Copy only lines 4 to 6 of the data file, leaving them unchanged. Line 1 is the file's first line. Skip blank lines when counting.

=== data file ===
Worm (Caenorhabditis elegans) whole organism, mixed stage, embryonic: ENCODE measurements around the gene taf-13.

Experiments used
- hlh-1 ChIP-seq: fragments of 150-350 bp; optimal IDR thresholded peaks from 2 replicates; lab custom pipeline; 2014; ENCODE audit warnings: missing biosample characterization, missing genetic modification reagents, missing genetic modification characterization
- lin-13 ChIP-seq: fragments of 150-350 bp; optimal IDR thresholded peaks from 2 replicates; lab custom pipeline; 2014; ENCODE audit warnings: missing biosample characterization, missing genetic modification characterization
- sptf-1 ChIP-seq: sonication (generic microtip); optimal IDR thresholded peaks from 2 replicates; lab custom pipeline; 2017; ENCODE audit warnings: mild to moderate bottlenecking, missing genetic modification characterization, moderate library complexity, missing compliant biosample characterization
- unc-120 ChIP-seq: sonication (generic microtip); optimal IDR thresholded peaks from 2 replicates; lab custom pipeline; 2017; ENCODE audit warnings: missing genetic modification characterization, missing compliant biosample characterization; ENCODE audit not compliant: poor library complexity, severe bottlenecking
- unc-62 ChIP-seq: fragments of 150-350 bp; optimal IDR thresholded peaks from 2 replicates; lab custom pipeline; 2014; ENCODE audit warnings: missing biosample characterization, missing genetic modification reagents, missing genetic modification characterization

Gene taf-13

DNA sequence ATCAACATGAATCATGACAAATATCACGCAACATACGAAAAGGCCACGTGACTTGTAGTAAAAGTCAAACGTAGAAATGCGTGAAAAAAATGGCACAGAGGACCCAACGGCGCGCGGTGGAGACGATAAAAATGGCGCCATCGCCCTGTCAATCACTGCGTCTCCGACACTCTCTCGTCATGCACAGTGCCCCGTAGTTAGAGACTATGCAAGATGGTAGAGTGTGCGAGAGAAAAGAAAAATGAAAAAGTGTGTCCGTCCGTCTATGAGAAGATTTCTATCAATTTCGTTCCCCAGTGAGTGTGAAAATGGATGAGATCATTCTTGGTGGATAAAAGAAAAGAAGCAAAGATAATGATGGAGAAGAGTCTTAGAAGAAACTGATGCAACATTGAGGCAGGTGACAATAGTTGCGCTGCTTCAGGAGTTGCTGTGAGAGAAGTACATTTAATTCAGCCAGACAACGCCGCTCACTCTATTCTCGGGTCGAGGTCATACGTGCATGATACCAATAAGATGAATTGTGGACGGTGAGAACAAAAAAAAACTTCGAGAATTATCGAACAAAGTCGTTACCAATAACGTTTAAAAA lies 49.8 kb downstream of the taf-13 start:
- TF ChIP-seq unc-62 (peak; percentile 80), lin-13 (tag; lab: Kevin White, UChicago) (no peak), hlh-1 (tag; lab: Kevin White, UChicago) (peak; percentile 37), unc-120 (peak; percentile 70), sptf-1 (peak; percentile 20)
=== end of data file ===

- lin-13 ChIP-seq: fragments of 150-350 bp; optimal IDR thresholded peaks from 2 replicates; lab custom pipeline; 2014; ENCODE audit warnings: missing biosample characterization, missing genetic modification characterization
- sptf-1 ChIP-seq: sonication (generic microtip); optimal IDR thresholded peaks from 2 replicates; lab custom pipeline; 2017; ENCODE audit warnings: mild to moderate bottlenecking, missing genetic modification characterization, moderate library complexity, missing compliant biosample characterization
- unc-120 ChIP-seq: sonication (generic microtip); optimal IDR thresholded peaks from 2 replicates; lab custom pipeline; 2017; ENCODE audit warnings: missing genetic modification characterization, missing compliant biosample characterization; ENCODE audit not compliant: poor library complexity, severe bottlenecking